I noticed that the building wasn’t as cold as it had been. Previously the thermostat had been set on MeatLocker, and a sweater, long pants, an under-the-desk heater (seriously), a hot drink (I have coffee), and a bowl of steaming mashed potatoes was required to even function. I heard it theorized that people think better when it’s cold and maybe that’s true, but all I could think about was getting outside and warming up in the sleet. But, today it was warmer. Maybe it was all the bodies, all those fresh young faces of people apparently eager to do whatever they were doing. Maybe it was because all the computers were up and running, or maybe the New Administration (there was a Changing of the Guard over the Summer) recognized the financial benefits of setting the thermostat on a very reasonable 72F.  Maybe the people in the HVAC program got through to Whomever, that the ideal temperature differential is <20F between outside and inside. Or maybe someone just had a brainfart and forgot to turn it down, and I will need to keep a snowsuit in the car after all. Also insulated gloves, earmuffs, and the wool blanket my Grandmother knit for me about 20 years ago (it’s a beautiful cable knit thing and O so warm!)

So I’m taking 4 courses this semester and theoretically 3 of them are classroom, but upon further investigation and some consultation with a person who’d taken the class, one of those is practically online as the instructor rarely shows up. Which is fine I can figure out polynomials with the help of #4 though I wonder about the people who are not so fortunate as to have a built in tutor. I intend to maintain my overachiever reputation because it’s fun and I feel like it’s sort of making up for the straight-C status I maintained through grade school. Not that it matters anywhere except in my own head, but still. I am still unsure of what will be done with all this small town community college tech school education, but I figure that door will open up when it opens up. For now, it’s the path of edumication I’m on, and edumicated I will be, eventually.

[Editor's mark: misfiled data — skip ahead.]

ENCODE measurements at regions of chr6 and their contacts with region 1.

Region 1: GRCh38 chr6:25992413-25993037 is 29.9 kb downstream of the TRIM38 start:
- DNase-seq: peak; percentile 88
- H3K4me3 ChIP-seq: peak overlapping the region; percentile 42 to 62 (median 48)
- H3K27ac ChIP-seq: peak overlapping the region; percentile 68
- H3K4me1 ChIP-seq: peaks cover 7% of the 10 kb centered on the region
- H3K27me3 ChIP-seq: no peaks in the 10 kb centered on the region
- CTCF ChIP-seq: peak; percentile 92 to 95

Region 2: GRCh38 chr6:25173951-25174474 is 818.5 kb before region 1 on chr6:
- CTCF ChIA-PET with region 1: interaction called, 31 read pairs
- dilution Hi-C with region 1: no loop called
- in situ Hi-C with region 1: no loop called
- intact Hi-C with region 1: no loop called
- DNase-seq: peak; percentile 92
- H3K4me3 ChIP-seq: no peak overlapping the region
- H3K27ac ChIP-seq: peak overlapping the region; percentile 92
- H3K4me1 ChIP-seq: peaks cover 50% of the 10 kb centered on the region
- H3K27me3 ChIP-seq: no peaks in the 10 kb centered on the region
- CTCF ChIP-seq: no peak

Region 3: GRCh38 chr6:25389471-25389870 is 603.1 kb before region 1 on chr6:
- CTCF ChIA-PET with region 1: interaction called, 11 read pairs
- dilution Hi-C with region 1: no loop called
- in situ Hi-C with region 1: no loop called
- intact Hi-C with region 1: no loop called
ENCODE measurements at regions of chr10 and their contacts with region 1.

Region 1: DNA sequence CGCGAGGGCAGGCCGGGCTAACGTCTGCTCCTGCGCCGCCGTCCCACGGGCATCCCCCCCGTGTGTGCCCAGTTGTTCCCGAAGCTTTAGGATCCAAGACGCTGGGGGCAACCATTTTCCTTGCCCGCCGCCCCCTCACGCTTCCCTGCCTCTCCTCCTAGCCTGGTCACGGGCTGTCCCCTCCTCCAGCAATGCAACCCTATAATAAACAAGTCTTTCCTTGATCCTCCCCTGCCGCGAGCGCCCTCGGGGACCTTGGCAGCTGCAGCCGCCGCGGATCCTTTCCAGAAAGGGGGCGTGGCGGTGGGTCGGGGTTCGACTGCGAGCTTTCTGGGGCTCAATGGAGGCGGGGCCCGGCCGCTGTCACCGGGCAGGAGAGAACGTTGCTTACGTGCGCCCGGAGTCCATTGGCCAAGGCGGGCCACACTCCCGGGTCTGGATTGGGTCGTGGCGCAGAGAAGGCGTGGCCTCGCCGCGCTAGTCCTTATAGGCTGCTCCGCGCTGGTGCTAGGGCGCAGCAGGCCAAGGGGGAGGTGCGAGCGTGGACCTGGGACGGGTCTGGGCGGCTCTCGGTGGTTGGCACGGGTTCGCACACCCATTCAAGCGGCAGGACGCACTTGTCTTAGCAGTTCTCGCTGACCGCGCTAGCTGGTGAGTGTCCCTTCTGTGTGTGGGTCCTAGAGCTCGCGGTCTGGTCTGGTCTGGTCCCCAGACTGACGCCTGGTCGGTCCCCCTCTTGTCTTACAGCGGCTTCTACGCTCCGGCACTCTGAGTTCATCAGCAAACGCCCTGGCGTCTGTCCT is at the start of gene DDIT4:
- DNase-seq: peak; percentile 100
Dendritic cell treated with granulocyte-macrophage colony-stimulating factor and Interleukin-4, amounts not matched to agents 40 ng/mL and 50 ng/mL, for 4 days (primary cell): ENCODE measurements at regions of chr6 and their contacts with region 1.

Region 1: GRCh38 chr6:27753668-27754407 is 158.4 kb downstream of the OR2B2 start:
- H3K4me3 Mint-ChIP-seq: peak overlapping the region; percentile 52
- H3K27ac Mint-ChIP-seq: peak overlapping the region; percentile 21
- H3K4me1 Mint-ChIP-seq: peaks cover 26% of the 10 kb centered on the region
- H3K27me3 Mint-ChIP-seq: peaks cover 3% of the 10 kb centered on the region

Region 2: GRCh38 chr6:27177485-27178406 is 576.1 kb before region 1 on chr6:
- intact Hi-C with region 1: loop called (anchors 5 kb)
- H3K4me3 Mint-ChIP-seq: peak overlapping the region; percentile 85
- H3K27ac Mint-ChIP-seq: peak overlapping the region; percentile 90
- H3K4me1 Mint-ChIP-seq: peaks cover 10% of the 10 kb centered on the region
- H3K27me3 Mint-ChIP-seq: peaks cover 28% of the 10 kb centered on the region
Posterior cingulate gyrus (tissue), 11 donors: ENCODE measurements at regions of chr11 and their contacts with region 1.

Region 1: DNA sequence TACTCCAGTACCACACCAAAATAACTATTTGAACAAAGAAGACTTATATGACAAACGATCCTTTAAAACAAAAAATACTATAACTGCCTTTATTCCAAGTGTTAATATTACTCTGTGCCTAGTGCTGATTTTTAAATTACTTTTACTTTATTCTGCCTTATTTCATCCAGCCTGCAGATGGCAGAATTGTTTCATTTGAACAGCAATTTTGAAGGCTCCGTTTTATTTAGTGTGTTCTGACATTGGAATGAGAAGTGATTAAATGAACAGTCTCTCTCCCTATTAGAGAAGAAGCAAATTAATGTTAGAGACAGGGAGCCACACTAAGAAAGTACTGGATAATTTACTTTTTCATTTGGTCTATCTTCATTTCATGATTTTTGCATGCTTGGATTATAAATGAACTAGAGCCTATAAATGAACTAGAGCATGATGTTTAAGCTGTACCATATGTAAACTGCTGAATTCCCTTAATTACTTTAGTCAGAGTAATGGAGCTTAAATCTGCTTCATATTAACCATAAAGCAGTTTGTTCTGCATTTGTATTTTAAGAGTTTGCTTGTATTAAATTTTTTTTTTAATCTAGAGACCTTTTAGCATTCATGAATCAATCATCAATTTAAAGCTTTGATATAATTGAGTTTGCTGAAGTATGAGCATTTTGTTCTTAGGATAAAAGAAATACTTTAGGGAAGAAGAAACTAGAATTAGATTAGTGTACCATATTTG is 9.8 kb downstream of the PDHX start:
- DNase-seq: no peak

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Sometime in late April, I was whining to an instructor about the school’s requirement for algebra, and how I’d not used it in 30 years, and was I really going to need it or was this an arbitrary nod toward “education”. He proceeded to spend 10  minutes explaining an assortment of algebraic (whatever they’re called…functions?) thingies that are regularly used in business practices.  He wrote them on the board, showing what each variable meant and how it was used and why. Then he went to an Excel spreadsheet and carried on with the explanation. FINALLY! A real reason WHY I needed to know this stuff and not just a vague “well, because I said so” from an administrator. Why can’t they do this from the start?

transparent practice

Later on, I complained to my brother (a mechanical engineer who does Big Math all the time) and to my son (an electrical engineering student who also does Big Math all the time), and was lectured (politely, not aggressively) about how algebra is a foundational building block upon which all higher math is built, and if you plan to do anything more complicated than an Excel spreadsheet, it is vital to know this. Just like it is really important to know which way the grain lies on a fabric in order to properly construct a garment. (that’s my own personal analogy, because I love those things)

So, on Monday I start with the first math class since 1983. It is a remedial (“we don’t call it that because it has uncomfortable connotations for many of our students”) algebra, because in spite of all attempts via Great Courses (which helped) and Khan Academy and some tutoring by the resident post-many-algebra-classes student, my desiccated math lobe is rejecting all attempts to revive it. I am worried for my flawless GPA, but also know that it isn’t the determining factor in my ability to be a productive member of society. I do, however, want to know this stuff should I ever have to write grant proposals and be able to prove the need for X amount of funds to keep Y-non-profit’s head above Z water.

computer monkey working laptop typing